A conversation with; #11 (Reel 1)
Conversation with John Pfeiffer. This is another in a continuing series of programs each of which offers the listener a rare opportunity to hear an eminent musician informally discussing his own career and expressing his thoughts about a variety of topics related to the art of music. The regular participants in these discussions are Aaron Parsons professor of music theory at Northwestern University's School of Music and program annotator for the Chicago Symphony Orchestra. And George Stone program director for Zenith radio corporation's serious music station WEF am in Chicago. They were joined today by Richard freed assistant to the director of the Eastman School of Music. Mr. Parsons and Mr. Stone have as their guest on today's program John Pfeiffer executive producer red seal artists and repertoire for RCA Victor Records. Now here is George Stone. We have with us today a distinguished guest Mr.
Pfeiffer. We're also fortunate to have a member of the official family here who usually is somewhat more distantly removed from this. Dick Freed who does the Richard Reid record review WEF I'm on Friday evenings from Rochester that is. And Mr. Pfeiffer where a terrible thing to identify you with Rochester you know you're really from Chicago aren't you. I thought I was from Tulsa but he didn't say which Rochester. No I didn't I rather left that up in the air. I think all this is a sort of universal spirit really he's all over it we find him in various publications and through the radio program where we have come to think of him as being back in Chicago. And at this time we're delighted to have him back in Chicago. It's nice to be a roving critic isn't all it's nice to be roving. When you were here however dick on our side of the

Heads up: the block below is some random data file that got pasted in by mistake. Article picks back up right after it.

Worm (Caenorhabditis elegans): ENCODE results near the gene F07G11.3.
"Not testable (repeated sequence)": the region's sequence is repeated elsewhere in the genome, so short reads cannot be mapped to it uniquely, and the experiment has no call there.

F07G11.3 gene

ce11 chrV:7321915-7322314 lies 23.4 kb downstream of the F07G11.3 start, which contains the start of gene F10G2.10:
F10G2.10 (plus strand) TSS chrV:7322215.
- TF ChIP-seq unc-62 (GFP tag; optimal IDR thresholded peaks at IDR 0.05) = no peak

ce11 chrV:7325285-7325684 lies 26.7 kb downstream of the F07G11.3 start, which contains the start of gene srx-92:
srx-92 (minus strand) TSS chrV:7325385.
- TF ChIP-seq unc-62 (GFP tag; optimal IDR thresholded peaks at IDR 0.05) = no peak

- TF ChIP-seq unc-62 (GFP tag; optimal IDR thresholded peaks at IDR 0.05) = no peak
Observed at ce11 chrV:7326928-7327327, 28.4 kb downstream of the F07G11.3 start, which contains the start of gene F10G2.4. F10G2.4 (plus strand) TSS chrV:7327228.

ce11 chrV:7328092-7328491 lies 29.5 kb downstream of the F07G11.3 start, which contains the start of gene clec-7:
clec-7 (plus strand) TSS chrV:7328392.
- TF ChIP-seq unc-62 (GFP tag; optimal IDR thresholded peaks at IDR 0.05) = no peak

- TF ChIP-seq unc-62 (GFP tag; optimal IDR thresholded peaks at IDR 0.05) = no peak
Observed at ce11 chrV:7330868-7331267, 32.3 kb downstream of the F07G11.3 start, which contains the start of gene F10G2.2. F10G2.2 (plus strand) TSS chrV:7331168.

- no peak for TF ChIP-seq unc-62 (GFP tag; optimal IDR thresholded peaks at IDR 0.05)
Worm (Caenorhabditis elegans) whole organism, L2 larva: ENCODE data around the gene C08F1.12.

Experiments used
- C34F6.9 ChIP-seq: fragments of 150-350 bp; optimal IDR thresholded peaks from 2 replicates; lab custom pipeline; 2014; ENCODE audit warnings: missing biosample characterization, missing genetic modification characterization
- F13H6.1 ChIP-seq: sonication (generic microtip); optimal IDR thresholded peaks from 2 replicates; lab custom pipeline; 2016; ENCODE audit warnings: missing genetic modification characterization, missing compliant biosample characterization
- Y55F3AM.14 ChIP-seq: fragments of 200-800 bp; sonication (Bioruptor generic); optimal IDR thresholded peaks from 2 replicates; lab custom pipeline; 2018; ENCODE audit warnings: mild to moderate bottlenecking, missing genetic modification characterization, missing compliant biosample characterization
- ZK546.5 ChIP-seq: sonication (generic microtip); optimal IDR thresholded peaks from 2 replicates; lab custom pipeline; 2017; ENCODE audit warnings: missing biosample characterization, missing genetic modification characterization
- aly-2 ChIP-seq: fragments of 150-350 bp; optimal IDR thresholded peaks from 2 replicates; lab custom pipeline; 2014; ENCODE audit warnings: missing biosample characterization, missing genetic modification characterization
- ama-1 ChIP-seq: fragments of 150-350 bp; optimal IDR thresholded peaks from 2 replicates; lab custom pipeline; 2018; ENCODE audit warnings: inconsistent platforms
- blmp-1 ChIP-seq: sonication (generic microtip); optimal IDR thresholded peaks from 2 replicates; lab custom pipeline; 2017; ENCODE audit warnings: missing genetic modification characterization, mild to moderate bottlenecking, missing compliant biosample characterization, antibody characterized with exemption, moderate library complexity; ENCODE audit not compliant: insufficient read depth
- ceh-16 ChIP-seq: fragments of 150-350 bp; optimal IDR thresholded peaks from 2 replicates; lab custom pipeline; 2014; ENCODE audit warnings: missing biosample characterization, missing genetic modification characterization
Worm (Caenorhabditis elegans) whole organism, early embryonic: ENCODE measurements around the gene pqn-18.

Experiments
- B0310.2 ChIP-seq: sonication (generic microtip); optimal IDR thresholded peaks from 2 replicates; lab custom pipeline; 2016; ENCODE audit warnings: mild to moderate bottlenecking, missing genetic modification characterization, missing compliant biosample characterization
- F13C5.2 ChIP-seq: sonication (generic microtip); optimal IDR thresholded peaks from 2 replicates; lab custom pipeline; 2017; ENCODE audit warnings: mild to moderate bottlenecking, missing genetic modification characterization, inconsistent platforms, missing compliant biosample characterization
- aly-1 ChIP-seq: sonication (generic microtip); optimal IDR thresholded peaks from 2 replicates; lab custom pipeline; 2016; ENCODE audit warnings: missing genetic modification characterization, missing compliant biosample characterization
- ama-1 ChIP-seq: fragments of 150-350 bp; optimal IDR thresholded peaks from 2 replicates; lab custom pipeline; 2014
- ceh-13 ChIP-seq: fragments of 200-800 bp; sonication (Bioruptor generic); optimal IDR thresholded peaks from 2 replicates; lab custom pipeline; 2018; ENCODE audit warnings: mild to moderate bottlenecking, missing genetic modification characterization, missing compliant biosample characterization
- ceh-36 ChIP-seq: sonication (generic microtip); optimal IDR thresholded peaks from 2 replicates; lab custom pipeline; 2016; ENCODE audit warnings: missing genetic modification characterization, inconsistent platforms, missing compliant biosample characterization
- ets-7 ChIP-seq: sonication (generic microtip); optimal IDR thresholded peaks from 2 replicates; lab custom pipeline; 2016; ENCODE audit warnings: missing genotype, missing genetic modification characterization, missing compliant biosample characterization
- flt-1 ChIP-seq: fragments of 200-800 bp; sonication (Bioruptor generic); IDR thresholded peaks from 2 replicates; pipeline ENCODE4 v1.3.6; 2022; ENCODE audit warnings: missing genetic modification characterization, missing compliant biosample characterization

table. To talk with Mr. John Pfeiffer who is an executive and our man for the RCA Victor recording. George what is you know are. Well supposing we ask Mr. Prime Minister. Well there's been a lot of definitions of it among which have been assault and robbery which we've just been discussing. But the actual term refers to artists and repertoire. Which is that category of every record company which is involved with the contact with the artist and identifying the the repertoire with that particular artist arranging for the recording holding the artist's hand being present at the recording stations supervising the editing and the transfer work and going through all the details of the recording which lead up to the actual production of the record.
Well in a sense then that also involves direction. Yes although differing from a. Movie director or a play director the artists are generally prepared to do what they want to do that is they come to a session exactly prepared with their their repertoire and how they want to perform it. And it's our job to see that their presentation or their interpretation is captured on the record. It's the whole process is a little different therefore we're called instead of directors we're called producers which probably is a little closer allied to the movie production or the plate producers. We gather and assemble the people together and make sure they do their jobs and then we evaluate what they do and judge as to whether or not will be a successful presentation to the public. I had two questions in mind one of which you've partially answered. One is how
you select the I it is you who are. Going to be produced in America records and how does the art is to select the repertory repertory with which he's going to be associated. You've answered partially the latter the first one he would be interested in. Well the selection of art is of course is the critical point in a. Commercial record company because many of the. Well-known artists want to be heard on records and it is our responsibility as well as our desire to make contact with those artists and arrange them to record them. We like of course to have certain features of exclusivity that is we like to have certain artists identified with with our company and and maintain them over long terms which gives them a certain sense of belonging to one particular company and gives us the advantage of